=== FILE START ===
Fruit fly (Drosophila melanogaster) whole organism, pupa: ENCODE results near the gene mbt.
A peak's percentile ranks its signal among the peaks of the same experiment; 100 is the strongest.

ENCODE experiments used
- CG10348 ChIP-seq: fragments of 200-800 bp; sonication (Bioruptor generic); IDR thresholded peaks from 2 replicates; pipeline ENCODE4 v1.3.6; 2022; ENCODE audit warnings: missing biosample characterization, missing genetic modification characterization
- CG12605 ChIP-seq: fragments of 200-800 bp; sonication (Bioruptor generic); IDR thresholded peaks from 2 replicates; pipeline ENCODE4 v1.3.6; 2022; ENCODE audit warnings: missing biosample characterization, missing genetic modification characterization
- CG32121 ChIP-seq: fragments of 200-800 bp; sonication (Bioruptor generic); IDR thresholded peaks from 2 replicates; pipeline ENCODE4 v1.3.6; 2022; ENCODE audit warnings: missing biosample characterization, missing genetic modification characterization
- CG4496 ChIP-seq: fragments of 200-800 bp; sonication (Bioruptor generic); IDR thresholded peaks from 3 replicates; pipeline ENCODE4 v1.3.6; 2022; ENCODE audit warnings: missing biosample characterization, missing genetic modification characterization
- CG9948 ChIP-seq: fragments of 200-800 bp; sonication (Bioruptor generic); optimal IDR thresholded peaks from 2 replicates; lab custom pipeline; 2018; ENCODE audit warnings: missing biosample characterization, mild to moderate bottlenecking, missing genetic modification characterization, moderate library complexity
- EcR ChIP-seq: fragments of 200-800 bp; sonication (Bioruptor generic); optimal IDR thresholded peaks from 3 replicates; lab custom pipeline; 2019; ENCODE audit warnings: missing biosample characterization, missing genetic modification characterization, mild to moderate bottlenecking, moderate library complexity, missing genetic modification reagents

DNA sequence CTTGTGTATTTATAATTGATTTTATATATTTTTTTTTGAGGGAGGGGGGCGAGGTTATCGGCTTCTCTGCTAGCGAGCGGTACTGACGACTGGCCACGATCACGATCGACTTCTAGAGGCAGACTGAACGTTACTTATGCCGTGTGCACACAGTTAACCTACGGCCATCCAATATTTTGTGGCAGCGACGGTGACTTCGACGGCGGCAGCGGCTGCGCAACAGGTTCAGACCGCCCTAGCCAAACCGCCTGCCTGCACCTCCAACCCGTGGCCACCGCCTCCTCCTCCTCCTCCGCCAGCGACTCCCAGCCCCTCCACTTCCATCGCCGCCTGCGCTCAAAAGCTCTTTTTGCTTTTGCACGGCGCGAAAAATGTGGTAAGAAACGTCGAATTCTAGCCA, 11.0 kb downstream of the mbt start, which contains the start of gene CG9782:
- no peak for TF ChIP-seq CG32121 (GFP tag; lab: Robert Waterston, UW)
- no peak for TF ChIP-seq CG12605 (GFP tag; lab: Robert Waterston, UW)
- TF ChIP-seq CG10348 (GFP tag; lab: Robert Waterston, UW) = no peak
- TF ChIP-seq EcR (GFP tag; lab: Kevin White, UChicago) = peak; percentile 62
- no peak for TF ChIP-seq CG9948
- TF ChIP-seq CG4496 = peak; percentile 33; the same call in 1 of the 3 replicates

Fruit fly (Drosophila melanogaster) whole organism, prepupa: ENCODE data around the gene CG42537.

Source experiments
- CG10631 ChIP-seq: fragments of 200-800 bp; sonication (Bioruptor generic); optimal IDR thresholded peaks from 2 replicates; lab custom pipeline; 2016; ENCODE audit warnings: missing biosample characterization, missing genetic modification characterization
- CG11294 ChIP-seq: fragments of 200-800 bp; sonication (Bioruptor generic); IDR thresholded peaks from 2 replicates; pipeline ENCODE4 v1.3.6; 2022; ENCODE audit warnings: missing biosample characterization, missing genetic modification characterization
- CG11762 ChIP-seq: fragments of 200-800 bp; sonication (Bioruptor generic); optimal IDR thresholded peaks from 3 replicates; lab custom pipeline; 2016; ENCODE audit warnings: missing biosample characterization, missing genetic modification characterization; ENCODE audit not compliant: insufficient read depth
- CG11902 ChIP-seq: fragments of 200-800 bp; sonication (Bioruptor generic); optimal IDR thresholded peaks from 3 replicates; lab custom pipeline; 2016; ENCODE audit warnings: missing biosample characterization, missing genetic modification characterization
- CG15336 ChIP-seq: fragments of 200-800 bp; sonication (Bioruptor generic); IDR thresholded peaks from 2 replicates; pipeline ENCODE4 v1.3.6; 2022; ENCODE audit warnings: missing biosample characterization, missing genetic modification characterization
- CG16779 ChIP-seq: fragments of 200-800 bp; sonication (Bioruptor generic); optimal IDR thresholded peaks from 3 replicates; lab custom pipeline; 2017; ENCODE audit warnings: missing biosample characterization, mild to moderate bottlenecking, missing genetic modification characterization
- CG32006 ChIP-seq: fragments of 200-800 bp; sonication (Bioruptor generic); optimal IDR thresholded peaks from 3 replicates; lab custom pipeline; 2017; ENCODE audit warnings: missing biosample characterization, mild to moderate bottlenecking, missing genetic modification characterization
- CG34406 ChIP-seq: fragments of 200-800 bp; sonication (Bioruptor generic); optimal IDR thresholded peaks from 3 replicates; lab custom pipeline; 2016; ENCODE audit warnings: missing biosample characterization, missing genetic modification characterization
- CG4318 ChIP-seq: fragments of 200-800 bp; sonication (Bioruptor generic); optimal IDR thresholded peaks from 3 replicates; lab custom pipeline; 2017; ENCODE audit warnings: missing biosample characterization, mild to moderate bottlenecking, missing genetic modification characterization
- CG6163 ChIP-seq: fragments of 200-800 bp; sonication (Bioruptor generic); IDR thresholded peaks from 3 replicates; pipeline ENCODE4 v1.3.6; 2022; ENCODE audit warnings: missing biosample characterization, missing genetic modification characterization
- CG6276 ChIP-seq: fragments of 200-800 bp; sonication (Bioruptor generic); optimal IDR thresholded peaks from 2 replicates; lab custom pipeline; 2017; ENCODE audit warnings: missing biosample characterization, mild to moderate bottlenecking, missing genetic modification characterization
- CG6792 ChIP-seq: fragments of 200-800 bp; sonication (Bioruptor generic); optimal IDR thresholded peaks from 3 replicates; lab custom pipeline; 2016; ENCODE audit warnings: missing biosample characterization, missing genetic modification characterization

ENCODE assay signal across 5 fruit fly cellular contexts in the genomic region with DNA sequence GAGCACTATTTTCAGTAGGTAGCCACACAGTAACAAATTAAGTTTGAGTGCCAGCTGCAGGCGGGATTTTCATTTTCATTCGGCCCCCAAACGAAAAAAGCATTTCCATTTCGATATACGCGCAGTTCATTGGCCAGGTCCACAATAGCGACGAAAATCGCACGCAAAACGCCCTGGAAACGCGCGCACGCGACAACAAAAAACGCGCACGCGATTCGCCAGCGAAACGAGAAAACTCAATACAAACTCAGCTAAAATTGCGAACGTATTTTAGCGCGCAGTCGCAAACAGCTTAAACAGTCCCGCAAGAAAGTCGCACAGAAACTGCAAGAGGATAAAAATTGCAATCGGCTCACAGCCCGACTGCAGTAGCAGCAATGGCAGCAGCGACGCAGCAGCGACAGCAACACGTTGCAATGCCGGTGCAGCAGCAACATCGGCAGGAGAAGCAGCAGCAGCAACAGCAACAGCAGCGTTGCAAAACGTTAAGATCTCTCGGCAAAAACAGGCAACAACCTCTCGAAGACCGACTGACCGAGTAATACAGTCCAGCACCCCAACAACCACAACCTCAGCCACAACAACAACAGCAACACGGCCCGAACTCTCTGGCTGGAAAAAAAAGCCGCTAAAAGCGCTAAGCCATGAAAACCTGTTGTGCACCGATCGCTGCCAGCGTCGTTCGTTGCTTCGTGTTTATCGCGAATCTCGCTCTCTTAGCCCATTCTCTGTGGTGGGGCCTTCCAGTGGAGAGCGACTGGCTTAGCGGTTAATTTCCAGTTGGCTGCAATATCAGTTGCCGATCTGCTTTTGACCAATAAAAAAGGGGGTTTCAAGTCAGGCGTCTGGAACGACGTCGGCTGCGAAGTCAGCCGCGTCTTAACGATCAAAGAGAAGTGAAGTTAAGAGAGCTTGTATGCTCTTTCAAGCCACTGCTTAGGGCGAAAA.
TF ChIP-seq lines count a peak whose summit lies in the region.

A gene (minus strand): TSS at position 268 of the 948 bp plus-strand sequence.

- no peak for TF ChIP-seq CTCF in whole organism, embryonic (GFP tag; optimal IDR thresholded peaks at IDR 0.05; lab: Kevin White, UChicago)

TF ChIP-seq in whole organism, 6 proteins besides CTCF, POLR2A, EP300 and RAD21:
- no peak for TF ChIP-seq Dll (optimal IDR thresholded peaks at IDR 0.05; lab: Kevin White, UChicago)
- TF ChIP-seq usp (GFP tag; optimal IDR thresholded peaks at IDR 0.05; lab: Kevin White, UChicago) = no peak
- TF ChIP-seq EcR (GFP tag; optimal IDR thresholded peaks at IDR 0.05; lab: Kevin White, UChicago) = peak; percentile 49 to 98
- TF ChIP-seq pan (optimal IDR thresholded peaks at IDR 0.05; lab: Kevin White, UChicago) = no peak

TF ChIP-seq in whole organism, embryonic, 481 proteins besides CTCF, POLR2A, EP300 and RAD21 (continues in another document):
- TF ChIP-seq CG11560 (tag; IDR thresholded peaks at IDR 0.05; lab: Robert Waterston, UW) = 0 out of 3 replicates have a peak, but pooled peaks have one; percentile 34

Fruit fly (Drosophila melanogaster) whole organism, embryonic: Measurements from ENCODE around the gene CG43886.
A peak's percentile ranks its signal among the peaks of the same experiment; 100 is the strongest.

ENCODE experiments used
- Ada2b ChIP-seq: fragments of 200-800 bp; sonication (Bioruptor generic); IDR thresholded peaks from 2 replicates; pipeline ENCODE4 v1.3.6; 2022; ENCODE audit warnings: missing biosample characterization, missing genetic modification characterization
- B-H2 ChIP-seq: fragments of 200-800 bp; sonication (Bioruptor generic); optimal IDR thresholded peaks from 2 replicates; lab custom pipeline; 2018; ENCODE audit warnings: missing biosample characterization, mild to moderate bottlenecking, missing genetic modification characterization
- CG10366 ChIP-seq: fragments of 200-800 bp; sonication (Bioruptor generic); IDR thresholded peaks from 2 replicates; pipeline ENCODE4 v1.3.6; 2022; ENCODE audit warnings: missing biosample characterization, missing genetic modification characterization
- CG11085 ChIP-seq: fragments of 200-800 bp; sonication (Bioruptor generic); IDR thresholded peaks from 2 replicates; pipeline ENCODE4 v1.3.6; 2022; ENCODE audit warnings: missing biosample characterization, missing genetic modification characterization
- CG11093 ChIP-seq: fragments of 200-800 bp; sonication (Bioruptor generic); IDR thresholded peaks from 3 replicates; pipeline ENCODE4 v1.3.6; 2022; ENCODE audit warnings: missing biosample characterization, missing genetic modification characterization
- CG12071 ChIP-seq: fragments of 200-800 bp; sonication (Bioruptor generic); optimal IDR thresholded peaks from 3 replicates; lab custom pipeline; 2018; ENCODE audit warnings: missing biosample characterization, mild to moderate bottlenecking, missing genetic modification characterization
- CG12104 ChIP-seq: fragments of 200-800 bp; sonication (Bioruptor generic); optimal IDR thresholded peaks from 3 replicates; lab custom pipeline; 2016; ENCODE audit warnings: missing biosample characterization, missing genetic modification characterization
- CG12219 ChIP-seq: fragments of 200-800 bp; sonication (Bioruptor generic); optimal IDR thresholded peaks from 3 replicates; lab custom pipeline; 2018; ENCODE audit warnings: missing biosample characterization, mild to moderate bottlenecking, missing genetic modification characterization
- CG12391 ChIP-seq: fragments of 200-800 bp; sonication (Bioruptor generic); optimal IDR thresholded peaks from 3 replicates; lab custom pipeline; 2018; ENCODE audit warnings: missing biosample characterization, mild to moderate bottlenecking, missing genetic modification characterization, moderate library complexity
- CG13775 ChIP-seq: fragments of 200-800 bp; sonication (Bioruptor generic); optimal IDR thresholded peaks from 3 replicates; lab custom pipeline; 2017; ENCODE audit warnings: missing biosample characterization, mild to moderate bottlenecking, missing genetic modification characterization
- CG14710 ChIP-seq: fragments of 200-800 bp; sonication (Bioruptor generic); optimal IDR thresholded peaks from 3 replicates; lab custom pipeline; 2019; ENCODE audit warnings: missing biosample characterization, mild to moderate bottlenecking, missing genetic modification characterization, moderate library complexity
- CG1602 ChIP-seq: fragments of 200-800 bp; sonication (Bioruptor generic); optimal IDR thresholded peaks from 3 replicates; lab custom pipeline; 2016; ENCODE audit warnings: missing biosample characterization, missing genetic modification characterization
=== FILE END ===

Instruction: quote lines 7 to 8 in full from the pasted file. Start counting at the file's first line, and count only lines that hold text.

- CG4496 ChIP-seq: fragments of 200-800 bp; sonication (Bioruptor generic); IDR thresholded peaks from 3 replicates; pipeline ENCODE4 v1.3.6; 2022; ENCODE audit warnings: missing biosample characterization, missing genetic modification characterization
- CG9948 ChIP-seq: fragments of 200-800 bp; sonication (Bioruptor generic); optimal IDR thresholded peaks from 2 replicates; lab custom pipeline; 2018; ENCODE audit warnings: missing biosample characterization, mild to moderate bottlenecking, missing genetic modification characterization, moderate library complexity